Library from New Jersey
A study will look into the possibility of constructing a wind farm in the Delaware Bay off the shores of three Cumberland County communities. The project was announced Monday by Toms River-based Delsea Energy LLC, after the company filed its initial permitting application with the New Jersey Department of Environmental Protection and the U.S. Army Corps of Engineers.
Wind farms occasionally kill birds and their construction disrupts marine life, a new broad survey shows. But the results of the report will have no immediate effect on New Jersey's massive offshore wind projects, state officials said Monday. The 312-page report by the state Department of Environmental Protection offers few details on the overall impact of the almost 300 wind turbines slated to be built off the coast of Atlantic City.
Consultants for the state Department of Environmental Protection drafted the 312-page report, contending wind farms may limit recreational and commercial fishing and boating, disrupt marine life because of the current running through large electrical lines and temporarily destroy fish habitats as they are constructed. But they also said the turbine infrastructure eventually would act as artificial habitat for some fish, improving their survival.
New Jersey wants utilities to get 2 percent of their power supply from solar energy by 2020. Attempts to spur installations by homes and businesses through loans failed because of cost, Izzo said. Public Service also is asking state officials to help win federal approval for a remote, offshore weather station near the site of a proposed 350-megawatt wind farm, Izzo said. The tower needs to be erected by August to begin collecting data this year, he said.
Three companies will have to build taxpayer-funded meteorological towers miles off New Jersey's coast this year before state officials will allow them to construct the region's first offshore wind farms. The towers built by Garden State Offshore Energy, Bluewater Wind and Fishermen's Energy of New Jersey will monitor everything from wind speed to bird migratory patterns.
A state rebate program to help offset the cost of installing solar, wind and biopower technologies became re-energized this month - a key incentive to convincing more residents and businesses to commit to renewable energy projects. But a question of funding availability, the economic downturn and general uncertainty about the market are not giving some installers much optimism about the Renewable Energy Incentive Program.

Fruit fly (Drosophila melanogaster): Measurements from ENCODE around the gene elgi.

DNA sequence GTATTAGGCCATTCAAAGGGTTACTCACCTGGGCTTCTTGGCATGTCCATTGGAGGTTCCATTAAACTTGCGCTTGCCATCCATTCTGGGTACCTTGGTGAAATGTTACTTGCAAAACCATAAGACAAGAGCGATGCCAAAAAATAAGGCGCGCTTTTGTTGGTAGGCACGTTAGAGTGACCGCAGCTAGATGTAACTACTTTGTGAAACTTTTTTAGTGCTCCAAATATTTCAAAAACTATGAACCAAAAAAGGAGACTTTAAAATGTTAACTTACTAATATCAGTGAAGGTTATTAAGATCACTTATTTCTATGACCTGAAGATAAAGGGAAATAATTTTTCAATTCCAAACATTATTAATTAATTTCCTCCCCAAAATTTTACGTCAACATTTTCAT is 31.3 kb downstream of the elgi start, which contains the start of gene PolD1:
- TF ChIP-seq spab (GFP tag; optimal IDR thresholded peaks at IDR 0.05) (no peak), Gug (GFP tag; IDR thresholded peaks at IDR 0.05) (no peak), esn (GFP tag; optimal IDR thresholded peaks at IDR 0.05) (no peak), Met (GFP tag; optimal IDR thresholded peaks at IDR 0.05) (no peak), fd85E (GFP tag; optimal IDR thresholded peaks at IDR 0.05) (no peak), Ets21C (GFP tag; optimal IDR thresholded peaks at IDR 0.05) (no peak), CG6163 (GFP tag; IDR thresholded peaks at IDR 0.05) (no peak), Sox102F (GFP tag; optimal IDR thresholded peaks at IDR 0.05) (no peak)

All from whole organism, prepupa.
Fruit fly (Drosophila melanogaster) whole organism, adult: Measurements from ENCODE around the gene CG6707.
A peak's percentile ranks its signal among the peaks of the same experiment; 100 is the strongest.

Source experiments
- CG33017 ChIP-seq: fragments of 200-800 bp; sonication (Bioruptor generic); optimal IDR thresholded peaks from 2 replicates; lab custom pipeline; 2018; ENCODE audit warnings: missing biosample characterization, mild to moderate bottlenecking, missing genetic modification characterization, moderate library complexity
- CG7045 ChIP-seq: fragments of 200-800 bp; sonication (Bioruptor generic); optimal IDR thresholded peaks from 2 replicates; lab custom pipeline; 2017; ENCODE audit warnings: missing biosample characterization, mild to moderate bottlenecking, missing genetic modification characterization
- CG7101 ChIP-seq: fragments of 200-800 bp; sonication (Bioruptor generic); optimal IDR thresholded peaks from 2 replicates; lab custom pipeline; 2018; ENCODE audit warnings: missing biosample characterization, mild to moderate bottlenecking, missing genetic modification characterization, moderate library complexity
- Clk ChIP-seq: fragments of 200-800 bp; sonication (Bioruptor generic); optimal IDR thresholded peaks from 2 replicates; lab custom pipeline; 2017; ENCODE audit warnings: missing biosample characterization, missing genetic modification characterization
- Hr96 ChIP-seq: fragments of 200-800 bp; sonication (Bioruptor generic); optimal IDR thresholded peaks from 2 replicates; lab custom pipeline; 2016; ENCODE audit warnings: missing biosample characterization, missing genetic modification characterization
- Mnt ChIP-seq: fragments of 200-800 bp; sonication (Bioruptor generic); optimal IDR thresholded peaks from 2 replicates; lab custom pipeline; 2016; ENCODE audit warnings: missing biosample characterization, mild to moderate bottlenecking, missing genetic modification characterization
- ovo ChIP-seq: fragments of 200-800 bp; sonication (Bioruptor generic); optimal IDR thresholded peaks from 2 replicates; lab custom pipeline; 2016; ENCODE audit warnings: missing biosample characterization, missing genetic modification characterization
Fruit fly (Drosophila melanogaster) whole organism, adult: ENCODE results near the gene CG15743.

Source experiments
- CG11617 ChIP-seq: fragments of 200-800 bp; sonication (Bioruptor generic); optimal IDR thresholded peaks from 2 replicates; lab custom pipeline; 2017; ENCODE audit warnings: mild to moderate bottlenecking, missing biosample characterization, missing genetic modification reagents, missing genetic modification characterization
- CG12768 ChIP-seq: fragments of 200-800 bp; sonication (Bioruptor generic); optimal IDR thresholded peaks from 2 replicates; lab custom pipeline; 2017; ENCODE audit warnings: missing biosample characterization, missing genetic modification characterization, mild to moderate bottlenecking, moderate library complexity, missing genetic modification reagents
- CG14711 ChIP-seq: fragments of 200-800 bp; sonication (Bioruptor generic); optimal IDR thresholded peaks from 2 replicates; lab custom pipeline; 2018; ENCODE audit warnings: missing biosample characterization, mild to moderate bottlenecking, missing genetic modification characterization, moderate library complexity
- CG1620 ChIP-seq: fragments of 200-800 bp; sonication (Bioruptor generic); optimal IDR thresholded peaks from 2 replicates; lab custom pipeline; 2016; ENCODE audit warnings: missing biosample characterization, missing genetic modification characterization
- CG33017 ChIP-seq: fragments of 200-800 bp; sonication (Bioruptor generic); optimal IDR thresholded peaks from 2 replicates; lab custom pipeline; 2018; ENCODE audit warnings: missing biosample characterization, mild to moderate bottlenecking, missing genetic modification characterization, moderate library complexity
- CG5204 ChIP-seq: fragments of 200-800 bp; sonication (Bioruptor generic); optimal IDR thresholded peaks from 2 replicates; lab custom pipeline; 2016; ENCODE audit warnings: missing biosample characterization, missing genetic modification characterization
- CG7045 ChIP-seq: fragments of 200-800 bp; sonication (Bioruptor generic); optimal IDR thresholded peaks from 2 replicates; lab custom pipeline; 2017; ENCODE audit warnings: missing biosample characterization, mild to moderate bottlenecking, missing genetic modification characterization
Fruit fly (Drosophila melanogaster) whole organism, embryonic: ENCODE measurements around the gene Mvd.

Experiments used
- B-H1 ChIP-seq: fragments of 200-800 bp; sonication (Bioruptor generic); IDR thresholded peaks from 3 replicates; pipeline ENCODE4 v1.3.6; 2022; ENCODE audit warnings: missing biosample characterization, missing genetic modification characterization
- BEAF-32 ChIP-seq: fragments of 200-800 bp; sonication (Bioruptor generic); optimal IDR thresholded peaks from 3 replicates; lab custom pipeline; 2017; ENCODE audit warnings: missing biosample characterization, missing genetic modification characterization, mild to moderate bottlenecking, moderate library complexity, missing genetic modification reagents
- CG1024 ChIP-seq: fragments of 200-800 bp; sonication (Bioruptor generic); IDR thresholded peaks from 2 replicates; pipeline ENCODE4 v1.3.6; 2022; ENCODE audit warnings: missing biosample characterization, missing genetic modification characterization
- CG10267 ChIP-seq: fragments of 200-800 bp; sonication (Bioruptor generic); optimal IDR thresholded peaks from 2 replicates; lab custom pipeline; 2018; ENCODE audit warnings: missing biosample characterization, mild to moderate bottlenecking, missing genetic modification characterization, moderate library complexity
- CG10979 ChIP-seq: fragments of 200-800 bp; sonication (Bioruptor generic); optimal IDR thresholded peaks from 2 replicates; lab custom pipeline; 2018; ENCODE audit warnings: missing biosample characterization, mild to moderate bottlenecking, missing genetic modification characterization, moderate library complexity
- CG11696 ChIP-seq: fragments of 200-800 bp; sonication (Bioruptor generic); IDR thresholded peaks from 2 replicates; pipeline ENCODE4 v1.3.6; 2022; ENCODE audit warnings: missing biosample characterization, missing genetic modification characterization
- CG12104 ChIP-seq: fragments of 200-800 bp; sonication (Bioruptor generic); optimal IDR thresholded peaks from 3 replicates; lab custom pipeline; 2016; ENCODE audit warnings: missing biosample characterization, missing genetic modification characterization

Gov. Jon S. Corzine wants New Jersey to become the offshore wind power capital of the U.S., but an array of financial, environmental and other hurdles lies in his path. ...Several environmental activists say Corzine's 2012 target may be unrealistic.
The industrialization of the ocean, coastal overdevelopment, contaminated sites and global warming will be among the top environmental issues in the Garden State next year, observers said. "What we're seeing is a gold rush toward energy development in the ocean," said Tim Dillingham, executive director of the American Littoral Society, a Sandy Hook-based coastal conservation coalition. "We gotta take better care of the coast," he said.
Offshore wind farms are moving one step closer to reality, and three companies will take the same step at the same time. ...While the utility companies are glad to be moving forward, some environmental groups are concerned that moving multiple projects ahead at the same time might be risky. "There doesn't seem to be a comprehensive, step-by-step plan to achieve these 1,000 megawatts in an environmentally sound manner," said Jennifer Samson, principal scientist for the environmental group Clean Ocean Action. "We just really don't know how that's going to happen."
The two most popular projects in New Jersey - solar panel installations and more recently, wind farms - are expensive even with government incentives, some of which are being pulled back. ...Executives at Garden State Offshore Wind said they would probably have a hard time securing the $1.1 billion needed to build New Jersey's first 96 wind turbines. Environmental studies and regulatory hurdles will push off a huge capital expenditure by 18 months, company executives said.
How do the winds blow off the Jersey Shore? The state may offer up to $12 million in rebates for companies to find out, using offshore weather stations. Activists who want more environmental studies questioned whether that's the best way to spend the taxpayers' money, but a wind company spokeswoman supported the rebate idea.